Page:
Some Workers Get Time Off to Vote. Others Don’t. Here’s Why.
It’s a common refrain around election time in the United States: Voter turnout here is exceptionally low, and many other developed democracies consistently manage to do better.
There are various reasons for that, including general disillusionment, laws that disenfranchise people and restrictive identification requirements.
And in some cases there is another, more practical reason: People just can’t find the time to get to a polling place.
According to a United States Census Bureau survey of about 19 million registered voters who did not vote in the 2016 general election, 14.3 percent — about 2.7 million people — cited busy schedules as a main reason. (The top reasons were that people were not interested or didn’t like the candidates or issues on the ballot.)
Would it help if more people could get time off from work on Election Day? And if so, is this the responsibility of the federal government, state legislatures or private companies?
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Ashley Spillane, the founder of the consulting firm Impactual and the former president of Rock the Vote, worked on turnout across the country and had to operate by a different set of rules every time she crossed state lines.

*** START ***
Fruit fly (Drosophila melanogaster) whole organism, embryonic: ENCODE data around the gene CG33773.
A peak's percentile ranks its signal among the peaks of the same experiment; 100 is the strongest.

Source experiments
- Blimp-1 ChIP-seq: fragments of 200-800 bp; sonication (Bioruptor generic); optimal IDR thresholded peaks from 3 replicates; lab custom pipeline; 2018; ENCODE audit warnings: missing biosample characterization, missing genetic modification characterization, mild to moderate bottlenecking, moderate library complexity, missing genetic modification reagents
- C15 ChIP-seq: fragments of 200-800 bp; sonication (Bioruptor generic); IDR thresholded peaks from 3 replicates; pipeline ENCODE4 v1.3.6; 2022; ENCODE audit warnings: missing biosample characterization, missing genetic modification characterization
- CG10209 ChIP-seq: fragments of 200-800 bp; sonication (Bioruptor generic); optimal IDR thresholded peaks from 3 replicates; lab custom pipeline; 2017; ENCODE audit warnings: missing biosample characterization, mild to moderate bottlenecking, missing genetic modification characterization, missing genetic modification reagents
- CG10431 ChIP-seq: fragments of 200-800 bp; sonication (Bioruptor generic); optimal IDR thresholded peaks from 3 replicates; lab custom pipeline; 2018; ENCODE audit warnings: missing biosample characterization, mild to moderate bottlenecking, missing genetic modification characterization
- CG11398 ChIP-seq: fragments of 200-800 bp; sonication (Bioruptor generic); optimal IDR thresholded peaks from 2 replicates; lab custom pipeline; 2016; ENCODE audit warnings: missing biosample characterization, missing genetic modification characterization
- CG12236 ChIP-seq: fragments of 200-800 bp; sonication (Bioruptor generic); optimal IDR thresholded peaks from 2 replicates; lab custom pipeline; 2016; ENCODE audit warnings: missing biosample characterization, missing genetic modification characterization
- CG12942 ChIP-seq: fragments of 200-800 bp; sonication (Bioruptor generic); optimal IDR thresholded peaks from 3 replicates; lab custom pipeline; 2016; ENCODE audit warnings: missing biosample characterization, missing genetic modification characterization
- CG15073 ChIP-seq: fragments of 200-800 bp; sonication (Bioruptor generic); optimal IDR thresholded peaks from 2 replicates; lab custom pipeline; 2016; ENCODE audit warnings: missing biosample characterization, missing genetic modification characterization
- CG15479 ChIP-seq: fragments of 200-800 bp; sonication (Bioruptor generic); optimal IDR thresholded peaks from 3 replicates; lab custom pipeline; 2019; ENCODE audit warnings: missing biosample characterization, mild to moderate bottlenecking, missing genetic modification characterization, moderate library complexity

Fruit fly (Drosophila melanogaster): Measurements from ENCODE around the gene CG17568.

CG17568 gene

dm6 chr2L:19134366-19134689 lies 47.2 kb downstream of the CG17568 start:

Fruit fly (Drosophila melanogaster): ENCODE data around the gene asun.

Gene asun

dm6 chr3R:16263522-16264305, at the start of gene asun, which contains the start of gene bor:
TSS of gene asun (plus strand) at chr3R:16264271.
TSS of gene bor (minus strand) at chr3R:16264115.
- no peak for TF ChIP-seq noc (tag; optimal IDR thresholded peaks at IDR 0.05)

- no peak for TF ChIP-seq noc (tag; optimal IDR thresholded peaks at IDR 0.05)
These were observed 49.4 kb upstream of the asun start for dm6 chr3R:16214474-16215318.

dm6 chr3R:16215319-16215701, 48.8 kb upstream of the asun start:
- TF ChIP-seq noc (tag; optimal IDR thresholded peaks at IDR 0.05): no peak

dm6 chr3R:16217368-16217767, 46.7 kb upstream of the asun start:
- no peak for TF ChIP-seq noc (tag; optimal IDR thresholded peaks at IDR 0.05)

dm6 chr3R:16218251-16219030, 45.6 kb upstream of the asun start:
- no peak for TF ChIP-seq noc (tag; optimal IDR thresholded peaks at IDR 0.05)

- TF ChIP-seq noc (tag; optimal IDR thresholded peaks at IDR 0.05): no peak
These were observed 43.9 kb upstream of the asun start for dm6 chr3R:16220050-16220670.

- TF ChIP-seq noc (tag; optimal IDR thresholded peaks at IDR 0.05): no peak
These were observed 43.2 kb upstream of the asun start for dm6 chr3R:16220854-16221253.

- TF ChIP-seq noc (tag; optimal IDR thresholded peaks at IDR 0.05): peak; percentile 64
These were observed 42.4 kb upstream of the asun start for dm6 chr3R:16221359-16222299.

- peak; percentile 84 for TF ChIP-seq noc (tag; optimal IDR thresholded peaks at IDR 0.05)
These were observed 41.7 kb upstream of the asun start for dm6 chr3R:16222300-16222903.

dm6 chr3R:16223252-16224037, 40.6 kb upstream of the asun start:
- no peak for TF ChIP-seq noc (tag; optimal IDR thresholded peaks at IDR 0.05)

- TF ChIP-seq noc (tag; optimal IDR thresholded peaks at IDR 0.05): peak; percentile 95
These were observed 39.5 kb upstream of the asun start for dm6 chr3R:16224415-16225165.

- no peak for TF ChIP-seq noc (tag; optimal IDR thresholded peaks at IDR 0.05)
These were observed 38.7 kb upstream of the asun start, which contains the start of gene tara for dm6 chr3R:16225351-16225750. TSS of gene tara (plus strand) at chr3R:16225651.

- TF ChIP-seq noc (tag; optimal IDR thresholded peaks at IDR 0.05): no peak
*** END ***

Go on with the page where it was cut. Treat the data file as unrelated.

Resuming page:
“I think it would be great to get a little more standardization, because it’s true that we are a country that has very different election laws state by state,” she said.
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Most states posit that employees should have some time off to vote, and some specify a certain amount of time, like two or three consecutive hours while polling places are open. (But even that does not necessarily mean employees will get time off, since many workers could find that time before or after their shifts.)